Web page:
A seasoned allergist and fellow from the American College of Allergy, Asthma and Immunology (ACAAI) recently presented a study during the institution’s Annual Scientific Meeting on the overlapping symptoms of chronic obstructive pulmonary disease (COPD) and asthma. One of the challenges physicians face in making an accurate diagnosis between the two are the similarities between symptoms, as both manifest with coughing, difficulty breathing, bronchospasms, wheezing and activity intolerance. It is important to properly distinguish between the two diseases, however, as their treatments tend to be completely different. Arlington Heights-based ACAAI is comprised of over 6,000 allergists and immunologists, and allied health professionals.
Dr. William Busse‘s findings suggest that as many as 50% of older adults with obstructive airway disease have ambiguous symptoms associated with both asthma and COPD, which underscores the need for more thorough patient assessment. “Based on symptoms alone, it can be difficult to diagnose COPD vs. asthma,” Dr. Busse said in a recent press release. “The pathway to a diagnosis of COPD or asthma — smoking vs. a long-term persistence of asthma — can be quite different. In every patient, but in older patients in particular, we need to take a thorough history and perform a physical examination, as well as measurements of lung functions. In patients with COPD and asthma, the changes in lung function may be severe, and it is not often readily apparent, which is the predominant, underlying condition — asthma or COPD. Treatment will differ depending on diagnosis.”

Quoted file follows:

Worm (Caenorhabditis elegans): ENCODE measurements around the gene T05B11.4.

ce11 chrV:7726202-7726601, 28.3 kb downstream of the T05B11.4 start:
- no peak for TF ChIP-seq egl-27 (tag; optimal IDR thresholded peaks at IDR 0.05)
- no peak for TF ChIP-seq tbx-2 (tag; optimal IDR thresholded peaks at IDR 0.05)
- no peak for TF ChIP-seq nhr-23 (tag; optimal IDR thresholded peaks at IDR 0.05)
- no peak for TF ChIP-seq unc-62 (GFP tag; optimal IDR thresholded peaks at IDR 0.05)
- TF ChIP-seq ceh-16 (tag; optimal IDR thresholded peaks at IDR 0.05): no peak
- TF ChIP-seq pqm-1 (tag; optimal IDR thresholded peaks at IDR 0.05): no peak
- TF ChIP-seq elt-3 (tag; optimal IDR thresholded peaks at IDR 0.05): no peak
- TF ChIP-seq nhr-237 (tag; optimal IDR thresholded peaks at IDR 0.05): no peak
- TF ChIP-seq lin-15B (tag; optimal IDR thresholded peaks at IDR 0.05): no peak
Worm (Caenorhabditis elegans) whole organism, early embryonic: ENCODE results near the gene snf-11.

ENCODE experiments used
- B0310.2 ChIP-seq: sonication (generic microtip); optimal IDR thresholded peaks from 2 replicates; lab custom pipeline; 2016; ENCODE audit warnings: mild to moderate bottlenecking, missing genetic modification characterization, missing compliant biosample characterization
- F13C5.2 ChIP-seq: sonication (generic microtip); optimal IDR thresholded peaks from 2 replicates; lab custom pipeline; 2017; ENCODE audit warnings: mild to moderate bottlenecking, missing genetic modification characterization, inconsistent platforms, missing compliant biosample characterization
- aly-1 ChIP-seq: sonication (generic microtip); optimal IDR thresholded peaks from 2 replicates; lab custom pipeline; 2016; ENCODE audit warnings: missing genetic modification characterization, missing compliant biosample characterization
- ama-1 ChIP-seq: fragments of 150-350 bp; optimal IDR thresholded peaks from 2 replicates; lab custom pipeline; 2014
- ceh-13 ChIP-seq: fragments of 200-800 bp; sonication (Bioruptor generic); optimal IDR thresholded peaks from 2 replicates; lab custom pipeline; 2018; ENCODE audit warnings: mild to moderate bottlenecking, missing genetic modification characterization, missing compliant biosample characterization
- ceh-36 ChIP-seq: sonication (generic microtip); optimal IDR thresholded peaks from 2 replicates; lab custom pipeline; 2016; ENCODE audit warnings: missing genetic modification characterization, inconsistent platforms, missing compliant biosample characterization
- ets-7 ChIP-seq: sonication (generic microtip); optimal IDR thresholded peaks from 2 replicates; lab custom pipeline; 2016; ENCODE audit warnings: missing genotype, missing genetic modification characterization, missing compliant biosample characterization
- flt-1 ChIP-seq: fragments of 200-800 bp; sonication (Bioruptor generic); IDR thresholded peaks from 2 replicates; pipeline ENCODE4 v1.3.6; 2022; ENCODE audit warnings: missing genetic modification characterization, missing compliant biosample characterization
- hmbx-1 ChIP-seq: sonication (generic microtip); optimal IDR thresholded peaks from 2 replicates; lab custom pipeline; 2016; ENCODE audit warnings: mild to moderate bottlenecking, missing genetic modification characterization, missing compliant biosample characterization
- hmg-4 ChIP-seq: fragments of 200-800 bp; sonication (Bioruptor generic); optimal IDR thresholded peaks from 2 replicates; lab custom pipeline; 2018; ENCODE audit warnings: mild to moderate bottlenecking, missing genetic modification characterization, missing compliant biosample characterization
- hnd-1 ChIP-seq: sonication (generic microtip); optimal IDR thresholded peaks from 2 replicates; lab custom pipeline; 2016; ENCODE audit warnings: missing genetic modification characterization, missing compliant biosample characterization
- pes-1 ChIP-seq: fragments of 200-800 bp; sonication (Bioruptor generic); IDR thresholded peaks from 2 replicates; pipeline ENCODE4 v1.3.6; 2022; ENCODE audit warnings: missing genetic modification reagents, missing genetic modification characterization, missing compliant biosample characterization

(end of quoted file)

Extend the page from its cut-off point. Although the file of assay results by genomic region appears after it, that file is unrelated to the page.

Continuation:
On one hand, lung function issues in asthma develop because of inflammation, which prompts physicians to prescribe inhaled corticosteroids. Problems with COPD, on the other hand, are due to exposure to lung irritants such as cigarette smoking, and only respond to anti-inflammatories such as corticosteroids in the event of an exacerbation. According to Dr. Michael Foggs, the ACAAI president, the treatment of choice for COPD is a bronchodilator, including beta blockers, while corticosteroid use in COPD have been associated with pneumonia.
Bronchodilators can be applicable in both conditions, but people with asthma are advised to avoid known triggers, while COPD patients are advised to stop smoking and avoid exposure to cigarette smoke. This is, of course, not to say asthmatics don’t have to avoid smoking, as this aggravates their condition and can reduce the effect of corticosteroids.
Dr. Busse concluded his presentation with a note to allergists on the importance of individualizing patient assessment and care, and for patients to be thorough and honest about their medical history, in order to receive appropriate and effective medical care.